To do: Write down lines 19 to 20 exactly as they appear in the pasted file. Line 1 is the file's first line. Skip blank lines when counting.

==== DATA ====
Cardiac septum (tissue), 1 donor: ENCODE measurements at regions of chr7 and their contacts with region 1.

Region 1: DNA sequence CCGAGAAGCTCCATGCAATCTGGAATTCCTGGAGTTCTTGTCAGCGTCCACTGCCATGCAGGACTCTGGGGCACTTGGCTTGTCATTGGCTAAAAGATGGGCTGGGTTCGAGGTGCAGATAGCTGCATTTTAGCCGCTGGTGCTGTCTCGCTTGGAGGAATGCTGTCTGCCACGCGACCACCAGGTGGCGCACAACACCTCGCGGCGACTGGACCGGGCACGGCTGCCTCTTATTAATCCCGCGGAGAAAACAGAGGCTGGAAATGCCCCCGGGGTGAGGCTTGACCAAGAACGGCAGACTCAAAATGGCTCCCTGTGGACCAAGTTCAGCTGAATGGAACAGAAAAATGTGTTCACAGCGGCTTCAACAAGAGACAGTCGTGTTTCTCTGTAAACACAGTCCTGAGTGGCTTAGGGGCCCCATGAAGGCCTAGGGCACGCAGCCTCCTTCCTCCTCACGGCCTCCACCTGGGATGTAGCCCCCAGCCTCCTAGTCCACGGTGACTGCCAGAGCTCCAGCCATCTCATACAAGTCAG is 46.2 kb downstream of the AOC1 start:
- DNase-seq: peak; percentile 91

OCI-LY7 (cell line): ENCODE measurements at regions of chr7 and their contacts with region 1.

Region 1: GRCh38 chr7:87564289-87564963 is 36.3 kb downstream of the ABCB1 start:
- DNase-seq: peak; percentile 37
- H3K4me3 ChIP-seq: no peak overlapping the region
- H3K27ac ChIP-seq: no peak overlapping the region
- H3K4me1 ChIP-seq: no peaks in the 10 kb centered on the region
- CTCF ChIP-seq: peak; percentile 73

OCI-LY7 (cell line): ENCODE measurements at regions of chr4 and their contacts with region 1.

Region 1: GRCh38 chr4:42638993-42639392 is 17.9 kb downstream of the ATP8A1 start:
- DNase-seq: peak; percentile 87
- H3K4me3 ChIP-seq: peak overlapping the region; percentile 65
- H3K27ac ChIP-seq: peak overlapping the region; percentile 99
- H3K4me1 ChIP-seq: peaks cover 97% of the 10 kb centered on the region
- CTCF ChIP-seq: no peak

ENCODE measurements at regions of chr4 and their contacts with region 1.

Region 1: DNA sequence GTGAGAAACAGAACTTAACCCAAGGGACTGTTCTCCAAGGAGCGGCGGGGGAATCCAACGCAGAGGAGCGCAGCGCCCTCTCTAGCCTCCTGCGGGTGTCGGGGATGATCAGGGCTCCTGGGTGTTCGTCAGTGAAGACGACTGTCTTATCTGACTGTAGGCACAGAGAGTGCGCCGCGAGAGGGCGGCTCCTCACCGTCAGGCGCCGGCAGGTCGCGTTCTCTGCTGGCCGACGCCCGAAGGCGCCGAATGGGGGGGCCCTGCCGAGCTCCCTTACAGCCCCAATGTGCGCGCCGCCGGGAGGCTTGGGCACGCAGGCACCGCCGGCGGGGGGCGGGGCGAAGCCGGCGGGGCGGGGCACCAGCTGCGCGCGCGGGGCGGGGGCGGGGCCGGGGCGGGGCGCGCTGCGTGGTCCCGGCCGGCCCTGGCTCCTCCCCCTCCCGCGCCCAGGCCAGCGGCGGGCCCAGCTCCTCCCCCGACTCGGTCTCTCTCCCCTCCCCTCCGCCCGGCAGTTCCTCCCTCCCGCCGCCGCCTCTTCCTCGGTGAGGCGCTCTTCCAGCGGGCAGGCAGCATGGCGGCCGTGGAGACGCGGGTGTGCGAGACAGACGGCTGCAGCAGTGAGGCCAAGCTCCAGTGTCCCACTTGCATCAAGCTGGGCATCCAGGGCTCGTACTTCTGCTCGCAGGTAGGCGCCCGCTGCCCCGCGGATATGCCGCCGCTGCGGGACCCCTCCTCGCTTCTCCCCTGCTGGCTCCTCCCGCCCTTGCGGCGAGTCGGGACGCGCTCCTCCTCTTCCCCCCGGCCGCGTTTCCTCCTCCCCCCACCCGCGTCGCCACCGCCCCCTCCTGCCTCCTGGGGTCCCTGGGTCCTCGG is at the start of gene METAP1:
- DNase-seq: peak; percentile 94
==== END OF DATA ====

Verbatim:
Region 1: DNA sequence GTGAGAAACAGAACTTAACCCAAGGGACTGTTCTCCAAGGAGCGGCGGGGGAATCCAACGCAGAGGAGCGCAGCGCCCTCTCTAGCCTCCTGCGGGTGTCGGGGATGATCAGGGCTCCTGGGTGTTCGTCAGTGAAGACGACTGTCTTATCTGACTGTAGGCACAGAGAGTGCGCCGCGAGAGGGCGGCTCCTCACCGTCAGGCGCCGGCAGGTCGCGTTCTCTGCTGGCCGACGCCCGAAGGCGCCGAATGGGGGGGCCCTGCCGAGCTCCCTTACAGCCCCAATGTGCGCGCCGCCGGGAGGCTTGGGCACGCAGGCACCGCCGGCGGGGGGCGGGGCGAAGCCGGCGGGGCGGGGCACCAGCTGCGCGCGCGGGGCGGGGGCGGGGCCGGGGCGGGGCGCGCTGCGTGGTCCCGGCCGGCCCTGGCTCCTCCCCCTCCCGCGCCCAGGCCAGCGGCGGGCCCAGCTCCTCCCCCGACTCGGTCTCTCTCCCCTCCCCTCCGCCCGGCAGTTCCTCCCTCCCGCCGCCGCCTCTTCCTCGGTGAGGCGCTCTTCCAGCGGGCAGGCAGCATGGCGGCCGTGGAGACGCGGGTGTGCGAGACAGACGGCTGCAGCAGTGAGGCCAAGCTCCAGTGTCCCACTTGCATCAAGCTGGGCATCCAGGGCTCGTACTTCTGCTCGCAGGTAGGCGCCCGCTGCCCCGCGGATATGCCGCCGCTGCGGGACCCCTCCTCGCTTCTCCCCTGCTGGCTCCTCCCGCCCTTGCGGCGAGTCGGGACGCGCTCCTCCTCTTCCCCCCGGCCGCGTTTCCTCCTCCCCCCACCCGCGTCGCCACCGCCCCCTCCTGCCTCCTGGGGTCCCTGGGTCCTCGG is at the start of gene METAP1:
- DNase-seq: peak; percentile 94